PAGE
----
Plants cespitose, with caudices. Basal rosettes well-differentiated;
blades 2-6 cm, few, ovate to lanceolate. Culms 20-75 cm, geniculate
basally, stiffly erect distally; nodes glabrous or sparsely pubescent;
internodes often purplish, glabrous, puberulent, or papillose-hirsute;
fall phase branching from the midculm nodes, branches initially ascending
to erect, sometimes developing simultaneously with and overtopping the primary
panicles, later rebranching to form short, bushy clumps of blades and small,
included secondary panicles. Cauline leaves 5-7; sheaths not overlapping,
glabrous, puberulent, or ascending papillose-hispid, margins ciliate, collars
loose, puberulent; ligules 1-3 mm, of hairs; blades 5-12 cm long,
4-15 mm wide, flat or partly involute, glabrous or pubescent abaxially, with
7-9 major veins only slightly more prominent than the minor veins, bases ciliate,
rounded to truncate, margins cartilaginous. Primary panicles 5-9 cm long,
3-6 cm wide, partly enclosed to long-exserted, with 6-60 spikelets; branches
stiff or wiry, puberulent or scabridulous. Spikelets 2.7-4.2 mm long,
1.7-2.4 mm wide, ellipsoid to broadly obovoid, turgid, glabrous or sparsely
pubescent. Lower glumes 1-1.6 mm, acute, similar in texture and vein
prominence to the upper glumes; upper glumes strongly veined, often orange
to purplish at the base; lower florets sterile; upper florets
with minutely umbonate apices. 2n = 18.
Dichanthelium oligosanthes grown throughout the southern portion of the
Flora region, and extends into northern Mexico. The primary panicles are
briefly open-pollinated, then cleistogamous, from late May to early June; the
secondary panicles, which are produced from June to November, are cleistogamous.
The subspecies intergrade in areas of overlapping range, but they are usually
Specimens of Dichanthelium oligosanthes that have few
elongated internodes, but those elongated more than usual, are often mistaken
for D. wilcoxianum. Unlike that species,
however, they have turgid spikelets with an orange spot at the base of the lemma,
indicating that they belong to D. oligosanthes. Such specimens seem to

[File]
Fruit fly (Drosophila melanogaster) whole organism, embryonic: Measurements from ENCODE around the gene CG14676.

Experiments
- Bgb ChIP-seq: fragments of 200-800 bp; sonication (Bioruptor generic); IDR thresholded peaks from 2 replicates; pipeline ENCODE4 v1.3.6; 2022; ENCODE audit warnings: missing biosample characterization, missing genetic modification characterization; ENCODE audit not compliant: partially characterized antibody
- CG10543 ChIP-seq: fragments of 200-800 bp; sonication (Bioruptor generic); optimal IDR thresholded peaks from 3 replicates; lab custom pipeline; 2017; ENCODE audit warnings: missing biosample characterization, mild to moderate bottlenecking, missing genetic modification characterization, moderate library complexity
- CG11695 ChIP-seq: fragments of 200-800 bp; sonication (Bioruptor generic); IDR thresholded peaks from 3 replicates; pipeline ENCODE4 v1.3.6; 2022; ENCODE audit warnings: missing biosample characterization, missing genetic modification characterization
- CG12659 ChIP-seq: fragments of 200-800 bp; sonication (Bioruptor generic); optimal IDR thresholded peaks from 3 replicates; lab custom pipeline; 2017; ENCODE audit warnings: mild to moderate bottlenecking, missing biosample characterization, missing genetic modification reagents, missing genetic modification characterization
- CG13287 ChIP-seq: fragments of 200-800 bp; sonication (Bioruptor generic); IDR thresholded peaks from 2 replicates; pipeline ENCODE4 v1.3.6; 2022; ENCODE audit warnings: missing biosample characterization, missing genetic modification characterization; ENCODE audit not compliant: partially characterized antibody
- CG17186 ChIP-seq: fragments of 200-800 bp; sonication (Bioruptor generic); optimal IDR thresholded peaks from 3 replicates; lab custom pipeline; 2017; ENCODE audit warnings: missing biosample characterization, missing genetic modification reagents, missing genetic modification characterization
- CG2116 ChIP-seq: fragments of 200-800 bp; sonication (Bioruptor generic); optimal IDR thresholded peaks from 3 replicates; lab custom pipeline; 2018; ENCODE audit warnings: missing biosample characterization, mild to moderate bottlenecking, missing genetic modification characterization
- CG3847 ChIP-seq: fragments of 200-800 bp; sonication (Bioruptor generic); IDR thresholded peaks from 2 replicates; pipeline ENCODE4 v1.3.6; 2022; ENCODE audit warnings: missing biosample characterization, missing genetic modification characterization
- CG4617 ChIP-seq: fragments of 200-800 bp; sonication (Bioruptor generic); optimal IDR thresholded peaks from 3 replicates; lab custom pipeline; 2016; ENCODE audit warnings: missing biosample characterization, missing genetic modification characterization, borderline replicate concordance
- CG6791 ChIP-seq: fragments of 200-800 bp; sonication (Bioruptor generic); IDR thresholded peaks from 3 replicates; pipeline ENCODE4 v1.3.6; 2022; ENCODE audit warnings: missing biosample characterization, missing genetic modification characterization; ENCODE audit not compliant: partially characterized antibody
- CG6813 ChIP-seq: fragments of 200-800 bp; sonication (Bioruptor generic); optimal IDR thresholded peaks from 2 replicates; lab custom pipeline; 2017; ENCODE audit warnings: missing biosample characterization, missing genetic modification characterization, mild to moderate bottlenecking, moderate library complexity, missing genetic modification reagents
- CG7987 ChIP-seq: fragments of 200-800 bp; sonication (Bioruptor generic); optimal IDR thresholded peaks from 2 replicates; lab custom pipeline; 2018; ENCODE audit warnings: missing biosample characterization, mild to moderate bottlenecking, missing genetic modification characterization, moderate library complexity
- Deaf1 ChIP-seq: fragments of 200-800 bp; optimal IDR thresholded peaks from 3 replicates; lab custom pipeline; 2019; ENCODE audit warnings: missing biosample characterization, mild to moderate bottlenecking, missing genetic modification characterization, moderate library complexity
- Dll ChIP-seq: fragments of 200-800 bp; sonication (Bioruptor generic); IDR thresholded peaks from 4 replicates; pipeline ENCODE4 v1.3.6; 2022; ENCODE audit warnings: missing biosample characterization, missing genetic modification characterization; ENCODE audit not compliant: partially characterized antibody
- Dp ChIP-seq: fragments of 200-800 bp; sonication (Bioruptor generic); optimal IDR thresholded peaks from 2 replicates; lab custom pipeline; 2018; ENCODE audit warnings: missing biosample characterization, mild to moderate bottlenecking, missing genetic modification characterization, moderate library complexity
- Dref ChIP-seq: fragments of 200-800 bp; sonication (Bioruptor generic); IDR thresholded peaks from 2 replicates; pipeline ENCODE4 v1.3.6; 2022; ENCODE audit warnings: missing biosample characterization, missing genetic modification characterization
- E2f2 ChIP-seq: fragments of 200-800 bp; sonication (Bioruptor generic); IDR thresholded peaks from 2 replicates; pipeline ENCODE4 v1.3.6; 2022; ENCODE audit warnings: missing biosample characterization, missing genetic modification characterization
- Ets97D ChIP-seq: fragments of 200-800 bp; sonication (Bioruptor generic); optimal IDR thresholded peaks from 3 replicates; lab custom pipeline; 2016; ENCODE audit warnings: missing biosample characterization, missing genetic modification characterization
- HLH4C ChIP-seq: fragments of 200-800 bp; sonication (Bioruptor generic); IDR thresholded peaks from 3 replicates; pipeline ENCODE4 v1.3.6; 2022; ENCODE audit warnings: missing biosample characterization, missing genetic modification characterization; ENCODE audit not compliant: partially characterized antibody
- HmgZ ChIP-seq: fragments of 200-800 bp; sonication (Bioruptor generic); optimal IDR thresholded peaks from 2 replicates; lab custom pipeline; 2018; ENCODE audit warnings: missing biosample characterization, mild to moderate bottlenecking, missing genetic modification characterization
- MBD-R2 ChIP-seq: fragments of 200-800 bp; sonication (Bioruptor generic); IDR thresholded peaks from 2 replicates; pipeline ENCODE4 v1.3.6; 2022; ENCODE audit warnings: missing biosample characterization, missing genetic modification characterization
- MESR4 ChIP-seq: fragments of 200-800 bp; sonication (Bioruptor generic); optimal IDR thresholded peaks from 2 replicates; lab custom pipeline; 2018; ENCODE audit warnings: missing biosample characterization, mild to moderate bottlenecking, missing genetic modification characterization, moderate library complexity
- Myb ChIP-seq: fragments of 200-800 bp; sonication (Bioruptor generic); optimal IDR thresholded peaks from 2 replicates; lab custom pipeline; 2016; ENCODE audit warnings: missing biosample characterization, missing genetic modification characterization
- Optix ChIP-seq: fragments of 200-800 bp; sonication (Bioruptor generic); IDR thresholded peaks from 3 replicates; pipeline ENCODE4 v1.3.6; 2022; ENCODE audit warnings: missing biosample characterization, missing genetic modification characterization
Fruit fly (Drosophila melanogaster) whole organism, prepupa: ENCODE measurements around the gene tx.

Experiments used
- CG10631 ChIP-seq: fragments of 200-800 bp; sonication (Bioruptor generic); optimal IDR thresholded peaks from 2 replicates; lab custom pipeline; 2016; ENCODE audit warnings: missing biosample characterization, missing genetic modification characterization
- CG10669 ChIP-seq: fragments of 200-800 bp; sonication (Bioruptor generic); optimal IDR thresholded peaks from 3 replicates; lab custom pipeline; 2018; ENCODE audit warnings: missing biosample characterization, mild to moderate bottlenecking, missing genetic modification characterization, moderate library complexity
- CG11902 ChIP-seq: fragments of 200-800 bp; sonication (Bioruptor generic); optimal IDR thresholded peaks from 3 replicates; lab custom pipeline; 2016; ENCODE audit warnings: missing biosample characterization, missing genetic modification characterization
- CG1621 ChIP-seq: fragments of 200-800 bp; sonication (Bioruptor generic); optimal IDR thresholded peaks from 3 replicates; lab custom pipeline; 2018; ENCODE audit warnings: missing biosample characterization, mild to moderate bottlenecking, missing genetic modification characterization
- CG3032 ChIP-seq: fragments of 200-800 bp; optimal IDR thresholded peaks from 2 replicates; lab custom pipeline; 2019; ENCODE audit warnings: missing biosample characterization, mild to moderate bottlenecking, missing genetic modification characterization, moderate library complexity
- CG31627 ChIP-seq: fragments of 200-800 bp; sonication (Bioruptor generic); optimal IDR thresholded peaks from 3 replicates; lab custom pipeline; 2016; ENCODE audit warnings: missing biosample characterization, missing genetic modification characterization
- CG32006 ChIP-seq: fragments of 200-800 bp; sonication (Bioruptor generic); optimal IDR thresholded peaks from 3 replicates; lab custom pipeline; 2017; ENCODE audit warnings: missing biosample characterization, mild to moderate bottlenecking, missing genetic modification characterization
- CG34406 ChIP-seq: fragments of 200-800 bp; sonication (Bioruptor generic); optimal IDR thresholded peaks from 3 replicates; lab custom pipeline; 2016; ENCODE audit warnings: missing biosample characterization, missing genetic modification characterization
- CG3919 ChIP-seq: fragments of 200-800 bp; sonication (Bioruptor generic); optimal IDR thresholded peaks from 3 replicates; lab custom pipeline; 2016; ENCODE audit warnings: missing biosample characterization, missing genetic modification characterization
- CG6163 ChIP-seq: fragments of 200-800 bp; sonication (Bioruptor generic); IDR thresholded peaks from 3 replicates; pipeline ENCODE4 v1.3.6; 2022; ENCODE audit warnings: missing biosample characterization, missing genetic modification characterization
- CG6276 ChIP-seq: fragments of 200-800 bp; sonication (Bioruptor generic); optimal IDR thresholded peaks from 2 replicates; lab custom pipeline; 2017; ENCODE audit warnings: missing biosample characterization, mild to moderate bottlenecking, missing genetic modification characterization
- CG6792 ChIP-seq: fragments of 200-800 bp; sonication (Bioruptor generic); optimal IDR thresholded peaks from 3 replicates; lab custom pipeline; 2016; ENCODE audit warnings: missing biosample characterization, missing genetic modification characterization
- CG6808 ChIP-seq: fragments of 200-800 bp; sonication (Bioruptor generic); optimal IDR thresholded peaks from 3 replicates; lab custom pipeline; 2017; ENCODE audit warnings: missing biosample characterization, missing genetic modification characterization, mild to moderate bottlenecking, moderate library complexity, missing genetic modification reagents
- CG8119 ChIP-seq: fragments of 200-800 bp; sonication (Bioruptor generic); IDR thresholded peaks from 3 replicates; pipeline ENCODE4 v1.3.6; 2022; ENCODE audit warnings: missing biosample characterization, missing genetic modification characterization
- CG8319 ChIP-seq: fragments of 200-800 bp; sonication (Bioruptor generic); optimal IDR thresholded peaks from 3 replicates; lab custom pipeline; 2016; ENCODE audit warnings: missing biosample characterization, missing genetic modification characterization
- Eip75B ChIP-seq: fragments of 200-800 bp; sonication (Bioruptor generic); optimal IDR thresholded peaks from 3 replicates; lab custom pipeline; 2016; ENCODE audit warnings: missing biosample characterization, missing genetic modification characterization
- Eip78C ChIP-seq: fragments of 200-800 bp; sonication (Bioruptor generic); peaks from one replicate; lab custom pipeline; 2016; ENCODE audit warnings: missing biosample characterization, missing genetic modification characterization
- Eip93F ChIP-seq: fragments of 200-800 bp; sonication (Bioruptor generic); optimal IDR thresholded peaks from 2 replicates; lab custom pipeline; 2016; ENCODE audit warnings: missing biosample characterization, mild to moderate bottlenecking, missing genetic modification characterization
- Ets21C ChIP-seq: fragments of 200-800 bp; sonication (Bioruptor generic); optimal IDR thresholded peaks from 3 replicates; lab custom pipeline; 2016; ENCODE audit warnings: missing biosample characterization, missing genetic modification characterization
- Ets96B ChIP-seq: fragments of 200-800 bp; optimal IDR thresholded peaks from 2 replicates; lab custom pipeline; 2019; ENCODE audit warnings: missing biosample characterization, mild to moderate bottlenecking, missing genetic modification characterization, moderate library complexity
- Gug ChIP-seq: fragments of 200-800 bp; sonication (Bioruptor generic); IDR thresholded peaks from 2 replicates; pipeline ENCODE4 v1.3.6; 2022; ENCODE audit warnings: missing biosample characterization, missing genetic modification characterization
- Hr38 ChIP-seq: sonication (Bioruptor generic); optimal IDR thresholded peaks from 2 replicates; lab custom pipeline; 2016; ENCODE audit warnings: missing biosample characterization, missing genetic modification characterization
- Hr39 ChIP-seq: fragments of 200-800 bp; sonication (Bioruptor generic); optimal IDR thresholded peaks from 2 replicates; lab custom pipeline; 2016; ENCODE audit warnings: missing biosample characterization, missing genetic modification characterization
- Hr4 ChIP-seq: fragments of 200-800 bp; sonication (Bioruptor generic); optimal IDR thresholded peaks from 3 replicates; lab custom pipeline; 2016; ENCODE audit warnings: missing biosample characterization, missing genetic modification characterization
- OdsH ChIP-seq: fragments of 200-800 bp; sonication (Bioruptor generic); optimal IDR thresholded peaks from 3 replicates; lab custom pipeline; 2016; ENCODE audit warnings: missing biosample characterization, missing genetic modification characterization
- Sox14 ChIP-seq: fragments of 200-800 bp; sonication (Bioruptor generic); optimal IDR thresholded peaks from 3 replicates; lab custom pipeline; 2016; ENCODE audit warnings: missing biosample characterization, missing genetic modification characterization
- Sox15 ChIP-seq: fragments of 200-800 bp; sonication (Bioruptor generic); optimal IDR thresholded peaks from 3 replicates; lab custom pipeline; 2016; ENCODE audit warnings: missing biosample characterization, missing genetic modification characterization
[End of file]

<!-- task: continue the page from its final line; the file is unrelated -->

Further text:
be most common among collections made in the southern and southwestern states
during November, February, or March.
Sterile hybrids with Dichanthelium
acuminatum have often been called Panicum scoparioides Ashe.
Apparent hybrids with D. malacophyllum,
D. ovale, and D.
acuminatum subsp. columbianum are occasionally found.
FNA 2003, Cronquist et al. 1977, Kearney and Peebles 1969
Common Name: Heller?s rosette grass Duration: Perennial Nativity: Native Lifeform: Graminoid General: Tufted perennial with well-differentiated basal rosettes, stems 20-50 cm tall, geniculate basally, stiffly erect above, internodes lustrous, glabrous to sparsely papillose hispid. Vegetative: Blades 6-15 cm long, 4-9 mm wide, less than 10 times longer than wide, flat, ascending to spreading, usually glabrous or sparsely pubescent below acute, with cartilaginous margins; ligules 2-3 mm of hairs. Inflorescence: Dense panicles 5-9 cm long, 3-6 cm wide, partly enclosed to long-exserted with 6-60 spikelets, flexuous branches, spikelets usually 2.5-3.5 mm long, 2-2.5 mm wide,broadly obovoid ellipsoid, usually glabrous; lower glumes 1-1.5 mm, acute, upper glumes strongly veined with a prominent orange to purplish spot at base. Ecology: Found in dry, open oak or pine woodlands often in sandy to clayey soils from 4,000-6,000 ft (1219-1829 m); flowers June-September. Notes: Ours is thought to be var. scribnerianum. Ethnobotany: Thought poisonous to horses. Etymology: Dichanthelium is from Greek dicha for bifid, and stemma a garland or crown, referring to the forked stamens, while oligosanthes means few flowered. Synonyms: Panicum oligosanthes, many others see Tropicos Editor: SBuckley, 2010